HomeEntertainmentMusicSturgill Simpson Explains The Bluegrass Inspiration in His New Album ‘Cuttin’ Grass’

Sturgill Simpson Explains The Bluegrass Inspiration in His New Album ‘Cuttin’ Grass’

(Photo by Scott Dudelson/Getty Images)

From a grandfather obsessed with bluegrass to his own Kentucky roots, Sturgill Simpson dives deep into the inspiration behind his new album, ‘Cuttin’ Grass’.

For Sturgill Simpson, this album starts with his third grade self.

His newest release, Cuttin’ Grass – Vol. 1 (The Butcher Shoppe Sessions), is his first bluegrass album. This – and the album itself – come as a complete shock to fans. The album is a “love letter” for Simpson, one born from a battle with COVID-19 that almost took his life.

Among just being happy to be alive and kicking, Sturgill says this year’s pandemic has him rediscovering his truth. And for the undeniably American musician – this truth is bluegrass.

Sturgill Simpson’s bluegrass roots run back to his grandfather

“My paternal grandfather was sort of a bluegrass freak,” Sturgill says in the opening of an email sent to fans. “He played a little mandolin, and after he retired, he’d travel around to bluegrass festivals in his motor home making field recordings. He just lived and ate and breathed it, and every time he’d come to visit, he’d try to shove it down my throat.”

Sturgill notes he wasn’t ready for the plucks and ancient organics of bluegrass at the time. But now? “I wish more than anything [my grandfather] was still here and could hear this collection of songs.”

“He would sit me down and play cassette tapes of live bluegrass. One night in my room, when he could sense my rejection of what I was hearing, he looked at me directly and said, “One day it’s gonna get in ya, and it’ll never get out.”

And his grandfather couldn’t have been more right.

Bluegrass, to Sturgill Simpson, “sounds like home”

“Many years later, after returning home to Kentucky from the military and living for some time out on the West coast, I was driving down the road one day and the public radio station played an old Monroe Brothers song and it absolutely floored me. A wave of emotion slammed me in the chest and I had to pull over on the side of the road. I was pretty much drifting at the time—completely lost, I guess you could say—and hearing that music brought everything to the surface,” Sturgill adds.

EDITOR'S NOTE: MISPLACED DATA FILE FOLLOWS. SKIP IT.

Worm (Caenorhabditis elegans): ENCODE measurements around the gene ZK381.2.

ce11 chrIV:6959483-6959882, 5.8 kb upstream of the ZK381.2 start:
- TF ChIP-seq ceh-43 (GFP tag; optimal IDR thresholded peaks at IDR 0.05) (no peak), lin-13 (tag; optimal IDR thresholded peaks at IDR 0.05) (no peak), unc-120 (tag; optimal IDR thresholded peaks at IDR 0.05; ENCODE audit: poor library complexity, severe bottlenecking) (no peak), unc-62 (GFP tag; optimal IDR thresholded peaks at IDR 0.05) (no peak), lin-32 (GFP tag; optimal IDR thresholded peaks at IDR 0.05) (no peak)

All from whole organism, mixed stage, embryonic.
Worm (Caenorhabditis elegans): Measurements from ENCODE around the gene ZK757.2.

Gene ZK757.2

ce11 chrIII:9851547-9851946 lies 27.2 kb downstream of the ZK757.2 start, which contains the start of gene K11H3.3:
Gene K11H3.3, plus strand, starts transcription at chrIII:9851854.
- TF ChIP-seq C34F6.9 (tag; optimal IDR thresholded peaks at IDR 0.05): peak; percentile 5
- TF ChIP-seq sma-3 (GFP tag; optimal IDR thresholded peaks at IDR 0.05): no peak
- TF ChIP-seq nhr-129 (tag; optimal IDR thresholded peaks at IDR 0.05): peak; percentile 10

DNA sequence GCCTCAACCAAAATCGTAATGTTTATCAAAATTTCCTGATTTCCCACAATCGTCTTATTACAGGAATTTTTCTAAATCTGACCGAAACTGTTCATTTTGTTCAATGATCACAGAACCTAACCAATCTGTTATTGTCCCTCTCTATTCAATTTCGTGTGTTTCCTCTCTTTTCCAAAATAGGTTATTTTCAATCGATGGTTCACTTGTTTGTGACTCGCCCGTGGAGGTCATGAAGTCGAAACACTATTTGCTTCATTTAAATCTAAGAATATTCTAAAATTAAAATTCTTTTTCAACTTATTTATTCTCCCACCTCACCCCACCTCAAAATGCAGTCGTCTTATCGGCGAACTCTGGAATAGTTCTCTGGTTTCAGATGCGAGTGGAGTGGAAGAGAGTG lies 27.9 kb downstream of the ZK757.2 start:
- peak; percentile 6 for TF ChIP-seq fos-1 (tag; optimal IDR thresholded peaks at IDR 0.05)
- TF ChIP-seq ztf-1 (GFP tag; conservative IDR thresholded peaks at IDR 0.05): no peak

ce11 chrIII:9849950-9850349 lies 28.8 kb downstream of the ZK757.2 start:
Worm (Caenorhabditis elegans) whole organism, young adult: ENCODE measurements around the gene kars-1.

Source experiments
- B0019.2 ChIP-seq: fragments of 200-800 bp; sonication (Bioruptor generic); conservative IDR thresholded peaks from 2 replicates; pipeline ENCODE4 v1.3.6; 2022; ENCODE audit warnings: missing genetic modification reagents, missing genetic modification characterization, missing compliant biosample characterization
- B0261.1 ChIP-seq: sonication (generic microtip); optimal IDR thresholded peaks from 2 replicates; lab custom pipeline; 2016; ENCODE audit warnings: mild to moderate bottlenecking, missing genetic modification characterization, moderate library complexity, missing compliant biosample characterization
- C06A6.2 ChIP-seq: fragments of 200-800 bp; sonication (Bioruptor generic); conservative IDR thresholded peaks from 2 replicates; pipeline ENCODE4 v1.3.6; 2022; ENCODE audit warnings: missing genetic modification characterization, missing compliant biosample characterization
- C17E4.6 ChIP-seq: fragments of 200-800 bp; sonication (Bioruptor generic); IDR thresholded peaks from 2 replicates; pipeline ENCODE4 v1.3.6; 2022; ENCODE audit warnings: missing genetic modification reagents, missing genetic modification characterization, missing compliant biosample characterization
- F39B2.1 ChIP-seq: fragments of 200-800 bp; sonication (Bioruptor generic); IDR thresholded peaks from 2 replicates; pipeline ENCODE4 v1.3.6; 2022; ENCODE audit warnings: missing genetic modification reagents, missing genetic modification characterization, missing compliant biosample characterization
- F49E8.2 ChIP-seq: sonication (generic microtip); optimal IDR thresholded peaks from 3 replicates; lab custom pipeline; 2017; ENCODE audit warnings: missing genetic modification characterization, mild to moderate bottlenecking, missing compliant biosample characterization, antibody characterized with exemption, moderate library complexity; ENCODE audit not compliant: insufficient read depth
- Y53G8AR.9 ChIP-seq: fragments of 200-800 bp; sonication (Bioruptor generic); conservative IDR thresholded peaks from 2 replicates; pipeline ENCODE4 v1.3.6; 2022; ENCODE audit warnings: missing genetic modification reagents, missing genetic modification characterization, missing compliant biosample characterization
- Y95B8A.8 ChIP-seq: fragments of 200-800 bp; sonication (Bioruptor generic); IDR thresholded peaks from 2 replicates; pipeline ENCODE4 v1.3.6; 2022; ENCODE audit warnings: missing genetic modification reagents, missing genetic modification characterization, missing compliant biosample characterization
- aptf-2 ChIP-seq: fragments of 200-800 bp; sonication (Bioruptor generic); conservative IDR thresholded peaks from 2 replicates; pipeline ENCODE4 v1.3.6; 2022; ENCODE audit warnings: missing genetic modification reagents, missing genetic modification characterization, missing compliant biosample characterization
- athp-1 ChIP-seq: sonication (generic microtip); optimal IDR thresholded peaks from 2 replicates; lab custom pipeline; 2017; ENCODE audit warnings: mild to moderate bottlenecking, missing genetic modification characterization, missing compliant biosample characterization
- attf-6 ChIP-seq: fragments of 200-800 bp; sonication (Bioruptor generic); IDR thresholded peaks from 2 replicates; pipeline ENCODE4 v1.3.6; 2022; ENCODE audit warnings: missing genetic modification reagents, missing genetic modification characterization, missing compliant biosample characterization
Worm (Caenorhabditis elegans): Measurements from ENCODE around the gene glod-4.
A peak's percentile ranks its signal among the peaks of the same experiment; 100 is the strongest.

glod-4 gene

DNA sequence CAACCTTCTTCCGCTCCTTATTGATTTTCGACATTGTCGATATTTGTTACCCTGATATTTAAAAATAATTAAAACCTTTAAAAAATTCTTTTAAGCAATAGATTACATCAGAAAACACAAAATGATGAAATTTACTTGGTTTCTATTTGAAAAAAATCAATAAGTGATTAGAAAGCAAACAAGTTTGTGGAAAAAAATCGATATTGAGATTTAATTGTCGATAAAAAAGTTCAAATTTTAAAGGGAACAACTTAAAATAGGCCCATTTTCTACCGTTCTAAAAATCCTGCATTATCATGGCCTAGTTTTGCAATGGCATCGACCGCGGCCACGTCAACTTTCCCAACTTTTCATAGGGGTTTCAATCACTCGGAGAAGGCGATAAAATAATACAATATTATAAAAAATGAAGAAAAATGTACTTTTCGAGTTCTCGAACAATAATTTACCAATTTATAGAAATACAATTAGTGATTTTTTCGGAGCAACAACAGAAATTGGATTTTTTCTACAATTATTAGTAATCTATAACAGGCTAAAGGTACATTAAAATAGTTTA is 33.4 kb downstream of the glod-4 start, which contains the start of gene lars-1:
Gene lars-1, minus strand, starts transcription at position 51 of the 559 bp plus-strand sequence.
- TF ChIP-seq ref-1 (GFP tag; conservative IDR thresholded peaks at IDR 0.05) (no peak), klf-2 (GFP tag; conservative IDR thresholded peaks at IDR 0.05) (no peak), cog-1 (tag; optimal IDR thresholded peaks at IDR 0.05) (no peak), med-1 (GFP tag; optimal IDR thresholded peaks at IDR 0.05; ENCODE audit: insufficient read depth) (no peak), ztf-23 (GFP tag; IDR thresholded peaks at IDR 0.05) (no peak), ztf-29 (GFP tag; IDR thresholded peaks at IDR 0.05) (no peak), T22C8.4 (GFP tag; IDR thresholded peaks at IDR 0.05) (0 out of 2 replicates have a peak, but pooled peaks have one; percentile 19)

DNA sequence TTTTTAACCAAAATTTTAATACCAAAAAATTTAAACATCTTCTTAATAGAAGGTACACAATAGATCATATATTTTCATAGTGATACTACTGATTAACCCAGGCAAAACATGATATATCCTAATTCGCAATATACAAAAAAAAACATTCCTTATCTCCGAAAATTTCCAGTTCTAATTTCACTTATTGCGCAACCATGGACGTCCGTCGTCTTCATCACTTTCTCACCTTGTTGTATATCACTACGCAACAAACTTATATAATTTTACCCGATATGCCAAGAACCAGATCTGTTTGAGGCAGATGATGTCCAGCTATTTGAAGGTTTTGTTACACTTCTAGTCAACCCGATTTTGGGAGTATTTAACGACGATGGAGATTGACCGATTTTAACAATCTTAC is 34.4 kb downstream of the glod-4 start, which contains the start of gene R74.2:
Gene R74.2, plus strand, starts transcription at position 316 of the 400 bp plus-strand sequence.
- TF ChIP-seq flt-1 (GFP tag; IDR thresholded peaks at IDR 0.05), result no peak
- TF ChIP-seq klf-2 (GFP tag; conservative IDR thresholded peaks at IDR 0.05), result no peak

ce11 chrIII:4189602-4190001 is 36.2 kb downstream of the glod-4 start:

For the musician, who’s catalogue touches almost every genre of American music, “it sounded like home”.

“Bluegrass music is healing. I truly believe this to be true. It is made from ancient, organic tones and, as with most all forms of music, the vibrations and the pulse can be extremely therapeutic.”

The open letter to fans is deeply intimate. It delves into his successes, yes – but vastly more so into his failures. Amid them all, however, Simpson notes that a bluegrass album was “always in the back of my head”.

“I had it in my mind for a long time that someday I wanted to cut as many of these songs as possible in that fashion,” he clarifies. “Just organic and stripped down to the raw bones of the composition, without any heady production. If you can’t sit down and play the song like that, it’s probably not a very good song.”

Nashville’s “best bluegrass players” are on ‘Cuttin’ Grass’

To finally realize this long-held dream, Simpson turns to his “partner in crime” and co-producer, David Ferguson. Ferguson “has been a true friend and touchstone” for the artist in Nashville. And as the record is evidence of – the two make a fantastic team.

“Get all the best players in town,” is how Simpson says it all started. “And we went in and banged this record out in about three days, with no planning or preparation. Ferg had been begging me to make this album since we’d met in 2015.”

Simpson finally caves, but only because they both agree on their “key element” to bluegrass.

“What you play off the floor is what it’s going to be,” Simpson tells fellow musicians. “We’re not punching in solos or overdubbing anything. It’s just going to be totally raw and live.” For Ferg and Simpson, “modern recording technology and the endless choices it brings, even modern bluegrass recordings have suffered from the soul-sucking pursuit of perfection.”

As such, the duo set out to make an album stripped of modern recording ilk. Instead, their release would be an ode to true bluegrass and its roots in unfiltered, unhindered live music:

“Merle Haggard once told me that “perfect is about the most boring thing on Earth.” When it comes to music, he was dead on. As a result it was the fastest recording I’ve ever made.”

Sturgill Simpson

If Simpson had to claim the most “definitively bluegrass song on the record”, his answer? All the Pretty Colors.

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